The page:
In early January this year, US military bases in Okinawa, Japan, were again the subject of criticism after the Omicron variant of Covid-19 was detected among US base personnel and subsequently spread to locals. Hostility towards the presence of the bases has existed since the 1950s and the anti-base movement in the prefecture, though not supported by all Okinawans, remains the most vocal in Japan.
The anti-base movement, which is motivated by pollution and noise associated with the bases, alongside violence perpetrated by US base personnel against Okinawans, has failed to remove any major US bases from Okinawa. Despite this, the movement has drawn attention to gender-based violence, particularly sexual violence and murder, perpetrated by US military and civilian base personnel against Okinawan women and girls, alongside environmental harms associated with the bases. Although these harms are present at US bases around the world, they are amplified in Okinawa as the prefecture, which comprises less than one per cent of Japan’s territory, houses approximately 75 per cent of US bases in Japan. The movement has also stalled the creation of a new base, garnered support from influential Okinawan politicians and ensured that the bases remain a flashpoint in Okinawa-Japan and US-Japan relations.
Japanese governments have allowed US bases in Okinawa in exchange for a US commitment to defend Japan from external attacks and have supported the bases on the grounds that they ostensibly enhance Japan's security.
During the 1945-52 US occupation of Japan, the Americans constructed military bases in Okinawa. In 1952, in exchange for an end to the occupation, Japan allowed the United States to retain control of the prefecture. Okinawa, which was initially colonised by Japan in the 1800s, remained under US administration until 1972, and throughout this period, the United States built additional military bases in the prefecture. Since 1972, Japan has administered Okinawa and has allowed US bases to remain there, in accordance with the 1960 US-Japan Security Treaty, which permits US bases in Japan.
Successive Japanese governments have argued that US bases in Okinawa enhance Japan’s security and have also allowed the bases in exchange for a US commitment to defend Japan from external attacks. As a result, unsurprisingly, Japanese governments have, at times, responded to the anti-base movement with repression, including jailing anti-base activists without trial.
Okinawa Women Act Against Military Violence (OWAAMV), a key feminist non-governmental organisation within the anti-base movement, has for decades conducted protests in response to cases of violence by US personnel against Okinawan women and girls. According to the organisation, from 1945-2011, 350 crimes, including sexual violence, were committed by US personnel against Okinawan women. Within Japan and around the world, OWAAMV has thus drawn attention to the gendered and harmful impacts of US bases in Okinawa alongside US militarism.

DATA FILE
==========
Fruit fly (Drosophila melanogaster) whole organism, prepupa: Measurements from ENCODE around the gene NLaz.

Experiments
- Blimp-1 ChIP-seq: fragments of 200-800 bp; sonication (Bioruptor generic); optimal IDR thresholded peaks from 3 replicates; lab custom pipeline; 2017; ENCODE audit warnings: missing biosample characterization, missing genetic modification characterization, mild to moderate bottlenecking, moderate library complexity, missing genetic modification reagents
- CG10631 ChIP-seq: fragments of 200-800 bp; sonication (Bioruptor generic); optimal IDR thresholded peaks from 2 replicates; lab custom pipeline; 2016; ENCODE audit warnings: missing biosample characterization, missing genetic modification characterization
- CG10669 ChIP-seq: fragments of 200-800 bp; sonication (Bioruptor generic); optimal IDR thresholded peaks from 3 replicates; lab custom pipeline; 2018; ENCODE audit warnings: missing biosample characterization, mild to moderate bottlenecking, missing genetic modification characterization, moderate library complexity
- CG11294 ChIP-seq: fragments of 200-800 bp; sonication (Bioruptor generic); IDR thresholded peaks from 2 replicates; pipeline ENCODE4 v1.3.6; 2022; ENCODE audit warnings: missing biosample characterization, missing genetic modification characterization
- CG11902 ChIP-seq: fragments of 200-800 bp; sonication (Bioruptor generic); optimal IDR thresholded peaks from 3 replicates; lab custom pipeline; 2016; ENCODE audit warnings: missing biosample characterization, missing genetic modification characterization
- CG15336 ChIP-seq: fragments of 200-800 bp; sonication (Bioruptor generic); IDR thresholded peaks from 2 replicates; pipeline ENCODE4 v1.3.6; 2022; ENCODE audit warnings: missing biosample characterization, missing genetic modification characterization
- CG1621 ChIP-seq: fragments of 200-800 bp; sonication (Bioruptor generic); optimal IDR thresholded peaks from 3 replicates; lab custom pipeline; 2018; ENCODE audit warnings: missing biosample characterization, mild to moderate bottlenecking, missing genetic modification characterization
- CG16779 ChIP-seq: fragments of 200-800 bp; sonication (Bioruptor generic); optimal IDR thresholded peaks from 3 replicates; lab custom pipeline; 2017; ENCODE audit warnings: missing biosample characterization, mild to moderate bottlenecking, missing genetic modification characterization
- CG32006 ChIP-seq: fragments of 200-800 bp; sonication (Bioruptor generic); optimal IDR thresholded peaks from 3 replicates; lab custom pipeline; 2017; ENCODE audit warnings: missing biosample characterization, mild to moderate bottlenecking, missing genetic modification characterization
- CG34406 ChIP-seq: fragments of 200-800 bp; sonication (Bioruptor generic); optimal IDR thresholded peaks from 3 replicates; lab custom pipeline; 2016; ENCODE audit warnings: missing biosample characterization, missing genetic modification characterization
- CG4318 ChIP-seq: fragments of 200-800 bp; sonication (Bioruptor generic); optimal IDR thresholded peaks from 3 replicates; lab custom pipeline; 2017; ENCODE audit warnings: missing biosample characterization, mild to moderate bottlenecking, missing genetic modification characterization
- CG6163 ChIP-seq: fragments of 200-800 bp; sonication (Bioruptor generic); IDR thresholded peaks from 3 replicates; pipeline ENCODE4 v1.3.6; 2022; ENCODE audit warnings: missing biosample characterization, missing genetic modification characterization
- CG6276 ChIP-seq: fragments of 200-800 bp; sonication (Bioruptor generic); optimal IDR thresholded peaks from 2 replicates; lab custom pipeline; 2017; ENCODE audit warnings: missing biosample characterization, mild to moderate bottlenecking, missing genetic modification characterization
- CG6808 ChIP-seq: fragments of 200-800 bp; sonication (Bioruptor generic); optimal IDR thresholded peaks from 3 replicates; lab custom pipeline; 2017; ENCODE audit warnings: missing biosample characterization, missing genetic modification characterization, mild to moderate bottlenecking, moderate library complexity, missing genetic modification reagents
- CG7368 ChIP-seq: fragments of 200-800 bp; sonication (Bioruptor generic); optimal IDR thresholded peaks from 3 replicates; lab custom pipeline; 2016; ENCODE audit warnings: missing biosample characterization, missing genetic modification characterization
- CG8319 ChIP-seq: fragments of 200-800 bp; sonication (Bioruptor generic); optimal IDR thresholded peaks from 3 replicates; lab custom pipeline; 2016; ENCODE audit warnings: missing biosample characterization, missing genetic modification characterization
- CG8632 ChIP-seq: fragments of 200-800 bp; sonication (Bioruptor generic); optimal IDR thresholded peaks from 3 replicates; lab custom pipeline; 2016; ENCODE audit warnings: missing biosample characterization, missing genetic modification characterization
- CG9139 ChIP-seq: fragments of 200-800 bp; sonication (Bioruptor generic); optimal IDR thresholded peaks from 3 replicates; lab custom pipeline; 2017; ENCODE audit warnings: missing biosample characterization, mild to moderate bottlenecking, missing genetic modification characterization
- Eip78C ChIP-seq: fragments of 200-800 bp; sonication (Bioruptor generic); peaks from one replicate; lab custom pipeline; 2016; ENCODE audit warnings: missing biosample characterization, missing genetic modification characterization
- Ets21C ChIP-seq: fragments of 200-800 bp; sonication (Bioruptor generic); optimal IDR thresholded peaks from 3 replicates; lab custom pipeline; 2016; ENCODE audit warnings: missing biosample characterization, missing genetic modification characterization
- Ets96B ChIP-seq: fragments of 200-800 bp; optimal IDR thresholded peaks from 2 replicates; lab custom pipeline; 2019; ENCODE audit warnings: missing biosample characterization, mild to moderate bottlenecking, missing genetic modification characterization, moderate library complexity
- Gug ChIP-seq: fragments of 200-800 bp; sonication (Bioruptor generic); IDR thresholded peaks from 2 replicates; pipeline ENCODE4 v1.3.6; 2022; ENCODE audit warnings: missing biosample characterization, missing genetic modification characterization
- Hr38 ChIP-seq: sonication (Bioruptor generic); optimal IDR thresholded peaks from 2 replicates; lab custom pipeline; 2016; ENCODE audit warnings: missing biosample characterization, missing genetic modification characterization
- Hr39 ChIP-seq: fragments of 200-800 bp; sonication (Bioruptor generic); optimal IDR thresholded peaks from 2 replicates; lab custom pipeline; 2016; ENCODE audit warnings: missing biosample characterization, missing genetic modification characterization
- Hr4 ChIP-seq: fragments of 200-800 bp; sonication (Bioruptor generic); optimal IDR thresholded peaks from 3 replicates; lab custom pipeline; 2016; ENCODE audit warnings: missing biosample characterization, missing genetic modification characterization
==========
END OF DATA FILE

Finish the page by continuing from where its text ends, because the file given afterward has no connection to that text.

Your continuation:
In response to anti-base protests following the 1995 gang rape of an Okinawan girl by a group of American servicemen, the United States pledged to close its Futenma base, located in a heavily populated urban area and widely opposed by locals. The US and Japanese governments agreed to create a new base near the remote town of Henoko to replace Futenma. However, anti-base protestors want Futenma closed and have opposed the proposed Henoko base, which would be partly built over coral reefs, on the grounds that it would cause pollution and encroach upon the habitats of numerous animals, particularly the endangered dugong. As a result, 26 years since the two countries announced their plan to create the base, it has only been partially constructed and, to the dismay of the anti-base movement, Futenma remains in use.
For the foreseeable future, it is unlikely that the anti-base movement will be able to significantly reduce the US basing presence in Okinawa.
The anti-base movement has gained varying degrees of support from some Okinawan governors. The prefecture’s current governor, Denny Tamaki, opposes Futenma and the Henoko project and wants to see the US basing presence in Okinawa reduced considerably. In contrast, some of his predecessors have only opposed the Futenma and proposed Henoko bases.
By engaging in regular protests and gaining support from Okinawan governors who have opposed the proposed Henoko base and sought to prevent its creation, anti-base activists have directly challenged the pro-base Japanese and US governments which have spearheaded the Henoko project. Their activism has ensured that the bases remain an ongoing source of tension in Japan’s relationship with Okinawa and its close ally, the United States.
For the foreseeable future, it is highly unlikely that the anti-base movement will be able to significantly reduce the US basing presence in Okinawa. Japan’s governing party, the Liberal Democratic Party, is a longstanding supporter of the bases, as are some Okinawans who benefit financially from their presence. Although 2022 marks 50 years since Okinawa’s official reversion from US to Japanese rule, in effect, Okinawa continues to remain a US-Japanese colony.